Let’s get the corporate nonsense out of the way first. I do not in any way speak for or act as a representative of Goldman Sachs Co. or any of its subsidiaries or affiliates. The views expressed here are completely and independently my own. Everything I say about the GS is just speculation, based upon information that is in the public domain.
Goldman Sachs has been painting the headlines lately, mainly as a result of an unexpectedly strong second quarter earnings announcement. According to the Paper of Record, GS made Q2 profits of $3.44B. The compensation pool set aside from Q2 earnings alone amounts to about $225,000 per employee. The annual compensation pool will likely come out about $750,000 per employee when all the accounting dust settles.
Please resist the urge to yell profanities at this point. The Internets are populated by an opinionated sort of folk, and I just wanted to respond to some of the things I see written a lot.
Goldman took bailout money, and now they are shitting on the proletariat with their huge wall street bonuses! They robbed us blind!
Goldman Sachs did indeed receive TARP funds, which were recently paid back in full with interest and dividends on the preferred stock that the government owned. The story here should be that the taxpayers won. In fact, Tim Geitner prevented GS from paying back the money even earlier because he thought it would make the other banks look bad. If the complaint is that the US government should not be in the business of loaning money to banks in the first place, I don’t think the heads of Goldman would even care to protest. Goldman took TARP funds because it was forced to. They were fully capable of raising necessary capital from private investors this whole time. They borrowed $5B from Warren Buffet and raised an additional $5B in newly issued equity during the midst of the financial crisis.
But what about the money they received as a result of the AIG bailout?
The answer in two parts:
1. The whole point of the AIG bailout was to make sure that it could repay all of its creditors, GS included. Failing to do so would have forced it into bankruptcy, effectively ending half of the life, medical and disaster insurance policies for people in the United States. It was always in taxpayers’ interests to make sure AIG could honor its debts and wind down its business slowly.
2. Even if AIG had gone under, it would have not made any difference to Goldman. The firm undertook great expense to protect itself from that very outcome. Lucas van Praag puts it very clearly in a letter to the editor of the Wall Street Journal. This is one of those issues that makes a good soundbite but doesn’t hold water under scrutiny.
Goldman Sachs is evil, and it secretly runs everything and is responsible for all the bad stuff that has ever happened.
No. Well… ok. GS is just as evil as Morgan Stanley/Microsoft/GM/GE/Apple/AT&T/whatever. Their goal in life is to make as much money as inhumanly possible and to drive their stock price through the roof.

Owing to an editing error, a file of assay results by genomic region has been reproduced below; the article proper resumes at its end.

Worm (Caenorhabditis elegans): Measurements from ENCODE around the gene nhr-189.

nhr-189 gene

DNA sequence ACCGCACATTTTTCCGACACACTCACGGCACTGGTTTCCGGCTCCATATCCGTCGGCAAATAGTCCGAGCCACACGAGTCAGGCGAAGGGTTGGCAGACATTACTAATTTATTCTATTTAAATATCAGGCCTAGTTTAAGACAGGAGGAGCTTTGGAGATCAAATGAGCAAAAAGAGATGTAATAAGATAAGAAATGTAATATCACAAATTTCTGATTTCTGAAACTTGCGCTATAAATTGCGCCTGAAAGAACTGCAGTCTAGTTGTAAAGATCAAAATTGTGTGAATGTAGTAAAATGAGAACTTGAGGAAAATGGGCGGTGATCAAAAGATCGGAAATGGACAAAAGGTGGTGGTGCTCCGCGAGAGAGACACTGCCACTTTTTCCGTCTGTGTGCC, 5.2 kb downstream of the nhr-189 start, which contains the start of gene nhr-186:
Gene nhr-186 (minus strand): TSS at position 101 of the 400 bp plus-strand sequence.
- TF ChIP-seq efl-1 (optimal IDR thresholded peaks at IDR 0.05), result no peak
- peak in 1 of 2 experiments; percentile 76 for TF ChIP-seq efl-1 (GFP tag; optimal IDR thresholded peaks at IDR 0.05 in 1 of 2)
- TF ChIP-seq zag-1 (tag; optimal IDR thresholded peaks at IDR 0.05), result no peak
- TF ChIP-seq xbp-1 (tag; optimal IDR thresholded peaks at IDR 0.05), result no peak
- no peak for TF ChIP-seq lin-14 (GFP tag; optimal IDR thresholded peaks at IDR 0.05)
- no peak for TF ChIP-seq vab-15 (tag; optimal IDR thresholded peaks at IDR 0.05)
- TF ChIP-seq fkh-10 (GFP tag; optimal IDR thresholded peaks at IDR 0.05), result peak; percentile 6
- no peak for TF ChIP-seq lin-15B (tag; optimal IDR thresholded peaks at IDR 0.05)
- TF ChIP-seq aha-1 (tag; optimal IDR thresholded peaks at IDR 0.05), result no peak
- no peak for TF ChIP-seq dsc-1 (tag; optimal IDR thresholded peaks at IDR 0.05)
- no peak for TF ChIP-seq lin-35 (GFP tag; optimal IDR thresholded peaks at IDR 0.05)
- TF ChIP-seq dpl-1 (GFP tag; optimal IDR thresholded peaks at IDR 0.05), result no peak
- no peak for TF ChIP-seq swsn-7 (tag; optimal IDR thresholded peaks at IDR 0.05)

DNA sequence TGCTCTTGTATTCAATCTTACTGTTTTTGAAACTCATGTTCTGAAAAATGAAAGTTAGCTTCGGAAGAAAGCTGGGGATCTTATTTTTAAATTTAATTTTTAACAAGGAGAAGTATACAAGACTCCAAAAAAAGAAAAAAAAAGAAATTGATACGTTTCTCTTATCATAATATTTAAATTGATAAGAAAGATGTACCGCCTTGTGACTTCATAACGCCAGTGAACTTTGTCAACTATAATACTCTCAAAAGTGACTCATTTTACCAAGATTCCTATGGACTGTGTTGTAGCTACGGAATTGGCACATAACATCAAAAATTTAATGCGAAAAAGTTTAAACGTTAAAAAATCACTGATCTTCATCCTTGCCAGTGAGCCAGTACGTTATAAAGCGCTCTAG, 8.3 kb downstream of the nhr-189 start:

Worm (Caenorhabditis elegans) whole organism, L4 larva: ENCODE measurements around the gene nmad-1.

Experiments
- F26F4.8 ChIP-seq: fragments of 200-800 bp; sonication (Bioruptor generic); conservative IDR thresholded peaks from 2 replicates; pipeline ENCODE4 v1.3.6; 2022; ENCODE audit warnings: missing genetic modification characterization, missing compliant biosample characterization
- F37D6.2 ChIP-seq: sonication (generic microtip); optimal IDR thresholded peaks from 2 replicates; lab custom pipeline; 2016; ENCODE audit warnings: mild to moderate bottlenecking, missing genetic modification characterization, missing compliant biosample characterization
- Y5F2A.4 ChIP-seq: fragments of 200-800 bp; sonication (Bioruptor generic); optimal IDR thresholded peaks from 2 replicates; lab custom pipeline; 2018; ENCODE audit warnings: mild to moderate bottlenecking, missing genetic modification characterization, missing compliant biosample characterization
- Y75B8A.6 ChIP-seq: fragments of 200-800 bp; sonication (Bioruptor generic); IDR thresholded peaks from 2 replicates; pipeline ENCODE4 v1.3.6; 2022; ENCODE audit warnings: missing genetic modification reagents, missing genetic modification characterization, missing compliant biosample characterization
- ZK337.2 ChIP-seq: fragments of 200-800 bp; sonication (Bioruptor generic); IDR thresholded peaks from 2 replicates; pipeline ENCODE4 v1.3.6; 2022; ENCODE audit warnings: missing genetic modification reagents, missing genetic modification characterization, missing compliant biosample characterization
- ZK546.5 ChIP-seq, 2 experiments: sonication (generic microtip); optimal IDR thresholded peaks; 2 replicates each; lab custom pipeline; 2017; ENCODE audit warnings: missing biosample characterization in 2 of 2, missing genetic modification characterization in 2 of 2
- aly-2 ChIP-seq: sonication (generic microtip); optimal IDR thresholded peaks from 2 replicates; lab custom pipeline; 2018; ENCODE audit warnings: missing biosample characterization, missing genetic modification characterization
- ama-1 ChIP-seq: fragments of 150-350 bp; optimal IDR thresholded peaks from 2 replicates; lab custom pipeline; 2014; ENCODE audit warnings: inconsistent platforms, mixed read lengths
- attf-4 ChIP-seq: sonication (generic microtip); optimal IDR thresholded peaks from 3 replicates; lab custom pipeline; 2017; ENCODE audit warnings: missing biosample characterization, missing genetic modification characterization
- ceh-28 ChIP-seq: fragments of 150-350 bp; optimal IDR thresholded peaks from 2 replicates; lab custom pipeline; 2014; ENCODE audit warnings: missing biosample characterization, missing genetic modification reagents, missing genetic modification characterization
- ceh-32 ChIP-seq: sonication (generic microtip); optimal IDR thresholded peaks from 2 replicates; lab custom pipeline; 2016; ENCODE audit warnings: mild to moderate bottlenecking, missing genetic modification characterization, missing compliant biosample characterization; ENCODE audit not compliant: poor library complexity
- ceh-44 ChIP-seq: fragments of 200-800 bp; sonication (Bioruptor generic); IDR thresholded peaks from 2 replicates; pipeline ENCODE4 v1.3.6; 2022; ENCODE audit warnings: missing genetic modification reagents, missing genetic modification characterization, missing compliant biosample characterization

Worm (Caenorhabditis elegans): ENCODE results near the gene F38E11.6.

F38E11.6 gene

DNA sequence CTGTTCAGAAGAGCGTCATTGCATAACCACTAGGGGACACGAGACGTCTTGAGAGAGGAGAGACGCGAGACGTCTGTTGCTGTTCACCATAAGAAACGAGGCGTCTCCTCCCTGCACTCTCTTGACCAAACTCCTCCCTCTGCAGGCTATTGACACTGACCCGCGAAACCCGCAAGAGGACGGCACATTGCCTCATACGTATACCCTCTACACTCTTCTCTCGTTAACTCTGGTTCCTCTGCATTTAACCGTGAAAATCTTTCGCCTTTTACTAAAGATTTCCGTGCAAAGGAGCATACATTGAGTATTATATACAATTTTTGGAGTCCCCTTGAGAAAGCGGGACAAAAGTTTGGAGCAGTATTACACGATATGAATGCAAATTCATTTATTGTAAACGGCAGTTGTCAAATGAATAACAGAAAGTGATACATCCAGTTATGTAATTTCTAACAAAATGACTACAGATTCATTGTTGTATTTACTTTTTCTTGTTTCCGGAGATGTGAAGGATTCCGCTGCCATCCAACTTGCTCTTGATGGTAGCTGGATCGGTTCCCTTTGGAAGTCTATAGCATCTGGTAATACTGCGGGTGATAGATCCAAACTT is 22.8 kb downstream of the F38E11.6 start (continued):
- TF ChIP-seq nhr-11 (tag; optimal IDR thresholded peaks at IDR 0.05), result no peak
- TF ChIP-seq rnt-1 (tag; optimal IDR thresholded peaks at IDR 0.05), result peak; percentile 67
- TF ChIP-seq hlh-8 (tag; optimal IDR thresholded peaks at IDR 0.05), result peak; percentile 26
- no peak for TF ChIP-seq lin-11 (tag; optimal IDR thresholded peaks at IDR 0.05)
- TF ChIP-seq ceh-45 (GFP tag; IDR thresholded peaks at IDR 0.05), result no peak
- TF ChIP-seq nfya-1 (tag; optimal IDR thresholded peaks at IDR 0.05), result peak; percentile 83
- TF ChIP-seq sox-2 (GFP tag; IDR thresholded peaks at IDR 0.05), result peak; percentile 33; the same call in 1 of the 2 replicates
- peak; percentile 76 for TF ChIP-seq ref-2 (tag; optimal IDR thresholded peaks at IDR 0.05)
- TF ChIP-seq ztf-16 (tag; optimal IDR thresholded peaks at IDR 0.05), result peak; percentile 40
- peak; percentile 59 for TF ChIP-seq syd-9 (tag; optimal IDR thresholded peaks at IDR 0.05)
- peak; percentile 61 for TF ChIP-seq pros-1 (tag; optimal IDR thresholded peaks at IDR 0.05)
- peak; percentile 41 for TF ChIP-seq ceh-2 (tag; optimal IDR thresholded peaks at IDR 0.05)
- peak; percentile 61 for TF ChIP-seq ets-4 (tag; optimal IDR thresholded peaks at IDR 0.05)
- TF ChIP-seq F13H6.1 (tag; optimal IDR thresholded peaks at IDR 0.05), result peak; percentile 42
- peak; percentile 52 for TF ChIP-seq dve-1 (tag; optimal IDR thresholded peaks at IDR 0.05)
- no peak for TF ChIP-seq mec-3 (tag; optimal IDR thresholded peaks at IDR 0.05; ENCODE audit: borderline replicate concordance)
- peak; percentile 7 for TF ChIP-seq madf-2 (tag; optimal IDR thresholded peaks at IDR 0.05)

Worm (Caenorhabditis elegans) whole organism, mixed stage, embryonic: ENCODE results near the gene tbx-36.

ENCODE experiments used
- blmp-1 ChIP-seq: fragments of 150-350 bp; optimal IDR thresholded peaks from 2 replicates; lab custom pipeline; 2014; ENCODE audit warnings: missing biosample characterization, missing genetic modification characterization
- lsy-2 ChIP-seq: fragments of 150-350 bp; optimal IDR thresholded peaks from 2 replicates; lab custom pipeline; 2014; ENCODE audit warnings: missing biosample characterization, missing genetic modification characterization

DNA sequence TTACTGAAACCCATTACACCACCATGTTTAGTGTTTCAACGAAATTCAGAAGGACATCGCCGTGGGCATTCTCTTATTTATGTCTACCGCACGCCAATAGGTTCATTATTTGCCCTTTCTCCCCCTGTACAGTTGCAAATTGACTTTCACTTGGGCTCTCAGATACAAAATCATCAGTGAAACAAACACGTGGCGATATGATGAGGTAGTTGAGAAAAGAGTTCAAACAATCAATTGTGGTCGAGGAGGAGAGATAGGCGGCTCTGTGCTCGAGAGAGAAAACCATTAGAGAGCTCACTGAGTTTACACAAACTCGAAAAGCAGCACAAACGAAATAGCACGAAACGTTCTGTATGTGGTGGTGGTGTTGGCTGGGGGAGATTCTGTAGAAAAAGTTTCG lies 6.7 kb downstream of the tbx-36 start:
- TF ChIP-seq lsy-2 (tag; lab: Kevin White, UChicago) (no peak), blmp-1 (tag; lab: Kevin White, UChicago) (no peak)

GS does have/had alumni in high places, notably, Hank Paulson, Jon Corzine, Robert Rubin, the list goes on – I’m sure you can find an extensive one on Wikipedia, so I understand where the ‘secretly runs everything’ notion comes from. I don’t have any evidence for or against that; there may be secret agreements and backroom dealings going on, but I personally doubt it. These men are all rich to the point where it doesn’t matter anymore. They have more money than they can reasonably spend in their lifetimes and they are not in range of people like Bill Gates or Larry Ellison, so it’s not a glory thing. There was a recent Rolling Stone article about how GS has been responsible for every bad thing that happened since the Great Depression. It’s an interesting read, and if you haven’t seen it, it’s well worth your time.
Goldman is certainly bound to be connected to every major financial and economic event, good or bad, due to its size and market penetration, but you run into a kind of chicken and egg discussion. Some people will assert that GS looks to create abnormal market conditions that it can abuse to make large profits for itself at the expense of everyone else. I don’t doubt that this occurs on occasion, but the magnitudes are small, the timescales are counted in minutes if not seconds, and frankly, everyone does it. The more realistic scenario is that GS is very good at assessing a situation, optimizing for it, and executing. I am not arguing that what they do is always moral, (a common practice is to find something with an inflated price, go with the flow and pump it sky high, then short the hell out of it) and it might exacerbate existing problems, but no one in the firm is waking with the intention of drowning babies with puppy blood to reduce the supply of babies and cause a run on blood banks, all the while shorting blood banks and holding a large reserve of babies.
This has been my third major blog post, and a huge one. Someone post a comment, dammit.